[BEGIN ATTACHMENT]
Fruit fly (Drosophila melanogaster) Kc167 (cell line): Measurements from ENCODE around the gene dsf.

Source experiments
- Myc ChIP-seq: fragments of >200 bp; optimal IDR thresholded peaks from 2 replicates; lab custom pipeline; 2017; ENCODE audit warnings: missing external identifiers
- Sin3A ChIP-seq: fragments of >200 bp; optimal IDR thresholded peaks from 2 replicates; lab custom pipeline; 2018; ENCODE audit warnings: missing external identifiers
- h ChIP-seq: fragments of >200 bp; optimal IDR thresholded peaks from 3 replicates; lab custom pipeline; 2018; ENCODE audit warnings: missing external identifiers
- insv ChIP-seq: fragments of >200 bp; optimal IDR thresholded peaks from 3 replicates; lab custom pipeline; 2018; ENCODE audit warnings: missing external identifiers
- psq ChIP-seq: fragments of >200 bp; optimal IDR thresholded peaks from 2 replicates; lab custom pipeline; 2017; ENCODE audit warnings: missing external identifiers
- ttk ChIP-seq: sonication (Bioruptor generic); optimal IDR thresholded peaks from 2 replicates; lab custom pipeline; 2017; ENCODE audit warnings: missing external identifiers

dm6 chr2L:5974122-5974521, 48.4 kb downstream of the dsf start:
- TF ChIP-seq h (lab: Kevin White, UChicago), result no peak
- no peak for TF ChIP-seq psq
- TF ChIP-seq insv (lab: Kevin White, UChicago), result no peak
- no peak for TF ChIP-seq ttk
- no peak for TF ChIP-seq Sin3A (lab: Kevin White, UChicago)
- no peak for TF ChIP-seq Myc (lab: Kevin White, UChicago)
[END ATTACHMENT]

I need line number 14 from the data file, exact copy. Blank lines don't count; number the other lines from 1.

- no peak for TF ChIP-seq Sin3A (lab: Kevin White, UChicago)